4...dxe4 5.a3 Bxc3+ [5...Be7 6.Nxe4] 6.Nxc3 Nc6 7.Bb5 Nge7 8.Bg5! f6 9.Be3 0-0 10.Qd2 [White is happy to sacrifice the pawn for development and attacking chances. If 10.Nxe4? f5! (threat f5-f4.)] 10...f5 11.0-0-0 a6 12.Bxc6 Nxc6 13.Bf4
[A typical position in this line; Black has decided to hold his extra pawn with f7-f5; the price he pays is a weakness on the dark squares. White must open a file so that his heavy pieces can combine with his powerful unopposed bishop.] 13...Ne7 [13...b5 14.d5! Ne7 15.dxe6 Bxe6 16.Qxd8 Rfxd8 17.Bxc7+/- (King.)] 14.f3! exf3 15.gxf3 Ng6? 16.Bg5 Qd6 17.h4! [In positions with opposite-sides castling, whoever gains the initiative is likely to win; exactly the same is true of middle-games with opposite-coloured bishops. In this position, therefore, attack is more important than material.] 17...Rf7 [Black takes precautions against the coming attack against g7.] 18.h5 Nf8 19.Bf4 Qd8 20.Rdg1 Nd7 21.Rg3 Nf6 22.Be5 [White probes the Black defenses. He knows he wants to attack g7 but he is not yet sure of his best attacking formation.] 22...Nd7 23.Bf4! [White realises that it is important to keep his powerful dark squared bishop] 23...Nf6 [Black is on the defensive and is happy to repeat moves.] 24.Bg5 [White tries another tack.] 24...Bd7 [Notice that this bishop is helpless to defend the dark squares that will soon be threatened.] 25.Rhg1 Kh8 [How can White strengthen his attack?] 26.Ne2! [Since Black is on the defensive, White realises that the knight is not needed on the queenside for defense; instead it can join in the attack on the king-side.] 26...c5 27.Nf4 h6 [27...Rc8 28.Ng6+! hxg6 (28...Kg8 29.Ne5+-) 29.hxg6 Rf8 30.Rh3+ Kg8 31.Rgh1] 28.Ng6+ Kh7 [28...Kg8 29.Bxh6 Nxh5 30.Rh3 Nf6 31.Bg5 Rf8 32.Rh8+ Kf7 33.Rxf8++-] 29.Ne5 Re7 [29...Rf8 30.Bxh6!] 30.Bxf6 gxf6 31.Qg2! [31.Qg2 Qf8 (31...fxe5 32.Rg7+ Kh8 33.Qg6; 31...Qh8 32.Ng6) 32.Ng6 Qf7 33.Nxe7 Qxe7 34.Rg7+] 1-0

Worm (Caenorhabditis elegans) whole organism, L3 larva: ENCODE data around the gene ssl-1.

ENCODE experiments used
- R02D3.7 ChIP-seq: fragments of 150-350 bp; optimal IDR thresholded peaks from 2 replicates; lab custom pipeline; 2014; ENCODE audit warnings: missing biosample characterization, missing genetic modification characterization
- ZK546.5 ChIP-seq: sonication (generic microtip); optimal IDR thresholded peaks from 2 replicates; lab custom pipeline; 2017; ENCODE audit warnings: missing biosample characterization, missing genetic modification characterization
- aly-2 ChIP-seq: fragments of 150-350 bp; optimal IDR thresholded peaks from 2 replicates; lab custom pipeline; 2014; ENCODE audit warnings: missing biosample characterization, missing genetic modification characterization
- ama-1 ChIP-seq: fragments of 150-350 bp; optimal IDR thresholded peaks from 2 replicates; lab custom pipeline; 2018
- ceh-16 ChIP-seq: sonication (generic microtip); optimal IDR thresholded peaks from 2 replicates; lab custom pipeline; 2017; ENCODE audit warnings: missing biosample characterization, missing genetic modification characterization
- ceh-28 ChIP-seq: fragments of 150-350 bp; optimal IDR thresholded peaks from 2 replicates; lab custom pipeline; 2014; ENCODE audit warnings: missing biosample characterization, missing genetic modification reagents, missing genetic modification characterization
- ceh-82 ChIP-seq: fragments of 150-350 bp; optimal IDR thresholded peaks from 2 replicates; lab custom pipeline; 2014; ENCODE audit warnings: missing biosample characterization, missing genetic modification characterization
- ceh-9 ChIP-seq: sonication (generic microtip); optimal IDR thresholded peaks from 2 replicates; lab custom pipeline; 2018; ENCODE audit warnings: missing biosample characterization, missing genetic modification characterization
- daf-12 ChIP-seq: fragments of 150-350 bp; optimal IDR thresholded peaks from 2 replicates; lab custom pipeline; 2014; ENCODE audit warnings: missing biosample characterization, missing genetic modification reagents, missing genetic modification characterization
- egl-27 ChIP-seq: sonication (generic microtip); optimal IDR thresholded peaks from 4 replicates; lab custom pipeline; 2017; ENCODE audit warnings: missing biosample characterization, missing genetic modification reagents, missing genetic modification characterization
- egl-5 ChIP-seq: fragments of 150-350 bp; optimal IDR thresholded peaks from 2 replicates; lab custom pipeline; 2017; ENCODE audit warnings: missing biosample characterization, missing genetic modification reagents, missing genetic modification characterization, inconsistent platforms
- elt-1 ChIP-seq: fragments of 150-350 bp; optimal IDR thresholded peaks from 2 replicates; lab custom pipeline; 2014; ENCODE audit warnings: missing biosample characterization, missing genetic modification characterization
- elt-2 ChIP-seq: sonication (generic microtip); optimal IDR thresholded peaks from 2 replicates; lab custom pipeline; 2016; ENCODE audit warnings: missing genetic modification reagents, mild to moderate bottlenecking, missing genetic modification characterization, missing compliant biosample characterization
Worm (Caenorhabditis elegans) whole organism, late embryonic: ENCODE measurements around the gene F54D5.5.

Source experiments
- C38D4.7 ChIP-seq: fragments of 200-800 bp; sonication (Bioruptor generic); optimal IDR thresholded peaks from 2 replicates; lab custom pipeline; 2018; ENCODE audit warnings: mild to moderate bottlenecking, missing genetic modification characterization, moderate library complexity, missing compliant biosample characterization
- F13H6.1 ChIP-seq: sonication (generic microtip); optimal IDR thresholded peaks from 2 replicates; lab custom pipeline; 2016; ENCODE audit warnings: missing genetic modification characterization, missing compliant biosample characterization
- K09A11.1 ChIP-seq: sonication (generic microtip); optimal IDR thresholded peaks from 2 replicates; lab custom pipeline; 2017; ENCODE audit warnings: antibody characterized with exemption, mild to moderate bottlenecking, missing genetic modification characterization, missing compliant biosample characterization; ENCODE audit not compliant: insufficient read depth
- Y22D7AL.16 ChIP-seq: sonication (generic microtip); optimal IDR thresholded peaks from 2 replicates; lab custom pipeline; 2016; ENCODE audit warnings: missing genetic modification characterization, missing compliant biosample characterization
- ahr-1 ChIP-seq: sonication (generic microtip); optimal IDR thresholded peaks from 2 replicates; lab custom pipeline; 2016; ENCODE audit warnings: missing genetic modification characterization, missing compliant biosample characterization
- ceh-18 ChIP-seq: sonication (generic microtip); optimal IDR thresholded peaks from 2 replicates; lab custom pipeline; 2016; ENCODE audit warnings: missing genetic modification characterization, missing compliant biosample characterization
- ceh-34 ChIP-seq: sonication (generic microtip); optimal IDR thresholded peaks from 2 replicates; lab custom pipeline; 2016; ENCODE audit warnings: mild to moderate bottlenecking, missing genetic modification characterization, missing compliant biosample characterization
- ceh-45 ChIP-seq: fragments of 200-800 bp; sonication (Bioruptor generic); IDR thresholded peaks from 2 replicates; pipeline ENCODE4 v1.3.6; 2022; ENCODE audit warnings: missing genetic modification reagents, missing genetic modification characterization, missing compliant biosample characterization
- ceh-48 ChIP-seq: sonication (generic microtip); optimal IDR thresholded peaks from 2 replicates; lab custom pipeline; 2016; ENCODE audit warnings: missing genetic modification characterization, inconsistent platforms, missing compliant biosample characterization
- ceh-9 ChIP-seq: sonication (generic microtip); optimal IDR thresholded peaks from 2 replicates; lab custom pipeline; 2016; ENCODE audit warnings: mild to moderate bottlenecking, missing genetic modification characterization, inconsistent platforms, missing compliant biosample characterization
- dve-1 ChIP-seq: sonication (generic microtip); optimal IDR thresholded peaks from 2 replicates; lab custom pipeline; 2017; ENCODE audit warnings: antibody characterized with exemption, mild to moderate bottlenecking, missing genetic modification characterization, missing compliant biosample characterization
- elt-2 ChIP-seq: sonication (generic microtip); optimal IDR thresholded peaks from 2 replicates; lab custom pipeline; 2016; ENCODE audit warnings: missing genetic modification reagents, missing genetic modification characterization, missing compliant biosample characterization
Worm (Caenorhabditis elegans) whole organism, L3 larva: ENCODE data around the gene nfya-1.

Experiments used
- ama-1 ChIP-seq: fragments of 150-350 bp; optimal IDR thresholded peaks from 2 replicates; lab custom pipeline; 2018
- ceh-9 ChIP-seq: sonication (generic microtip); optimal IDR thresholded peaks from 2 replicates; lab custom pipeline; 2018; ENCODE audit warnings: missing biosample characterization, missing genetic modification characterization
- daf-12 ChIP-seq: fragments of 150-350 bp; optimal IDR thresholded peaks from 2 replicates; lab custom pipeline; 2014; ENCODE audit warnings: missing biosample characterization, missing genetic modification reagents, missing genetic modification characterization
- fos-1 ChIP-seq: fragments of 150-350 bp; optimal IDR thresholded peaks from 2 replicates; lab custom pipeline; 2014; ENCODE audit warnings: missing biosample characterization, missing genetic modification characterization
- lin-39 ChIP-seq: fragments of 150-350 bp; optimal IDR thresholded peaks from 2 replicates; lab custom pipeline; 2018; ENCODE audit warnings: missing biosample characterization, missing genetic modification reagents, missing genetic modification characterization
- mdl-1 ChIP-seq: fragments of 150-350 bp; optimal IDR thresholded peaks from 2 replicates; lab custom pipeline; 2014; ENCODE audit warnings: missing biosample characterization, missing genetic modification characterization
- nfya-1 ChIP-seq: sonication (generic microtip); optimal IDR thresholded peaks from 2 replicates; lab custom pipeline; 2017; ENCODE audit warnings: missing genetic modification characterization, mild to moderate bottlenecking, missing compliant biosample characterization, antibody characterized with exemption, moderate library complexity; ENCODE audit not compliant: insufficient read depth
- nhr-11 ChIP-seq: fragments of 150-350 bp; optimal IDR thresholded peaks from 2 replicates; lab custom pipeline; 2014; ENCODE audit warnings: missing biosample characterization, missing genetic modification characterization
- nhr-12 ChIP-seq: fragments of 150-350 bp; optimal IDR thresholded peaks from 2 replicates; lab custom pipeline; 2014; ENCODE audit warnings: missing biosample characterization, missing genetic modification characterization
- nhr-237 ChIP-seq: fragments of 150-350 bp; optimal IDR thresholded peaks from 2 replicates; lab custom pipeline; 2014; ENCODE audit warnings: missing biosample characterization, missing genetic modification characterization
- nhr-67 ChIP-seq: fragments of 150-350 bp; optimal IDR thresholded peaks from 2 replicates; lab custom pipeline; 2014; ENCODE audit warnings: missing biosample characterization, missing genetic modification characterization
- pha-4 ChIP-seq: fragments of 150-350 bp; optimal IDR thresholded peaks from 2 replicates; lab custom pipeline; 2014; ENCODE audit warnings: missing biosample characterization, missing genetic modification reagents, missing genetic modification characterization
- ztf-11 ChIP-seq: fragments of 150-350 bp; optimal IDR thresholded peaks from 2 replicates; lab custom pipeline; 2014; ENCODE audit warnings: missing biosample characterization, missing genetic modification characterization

A few years later, a remarkably similar game was played by Britain's first Grandmaster, Tony Miles.
(6) Miles,A - Reefschlager,H [C15]
1.e4 e6 2.d4 d5 3.Nc3 Bb4 4.Nge2 dxe4 5.a3 Bxc3+ 6.Nxc3 Nc6 7.Bb5 Nge7 8.Bg5! f6 9.Be3 0-0 10.Qd2 [White is happy to sacrifice the pawn for development and attacking chances.] 10...a6 11.Bxc6 Nxc6 12.0-0-0 f5?! [This is probably too greedy. Black weakens his black squares, which is just what White wants, since it makes his bishop a very dangerous piece - it has no opponent!] [12...b6 13.Nxe4 Bb7 14.Qd3] 13.Bg5 Qe8 14.f3! [White opens lines to enable his rooks to fire at the Black king.] 14...exf3 15.gxf3 Nd8 16.Rhg1!
[Simple chess; White intends to double rooks on the g-file and then point his bishop at g7. Notice that the Black bishop is unable to help in the defence.] 16...c6 17.Rg3 Rf7 18.Rdg1 b5 19.Bf6! [Black is already in deep trouble.] 19...Raa7 [19...Rxf6 20.Rxg7+ Kh8 21.Qg5 Rg6 (21...Rf8 22.Rxh7+ Kxh7 23.Qh4+) 22.Rxg6 hxg6 23.Qh6++-] 20.Qh6 Qf8 21.Be5! [Withdrawing the powerful bishop to a safer firing point.] 21...Kh8 22.Rh3! Qg8 23.Ne2! [Bringing up the reserves; the plan is simply Ne2-f4-g6.] 23...f4 24.Rxg7! Rxg7 25.Nxf4 Nf7 26.Ng6#
A lovely finish! 1-0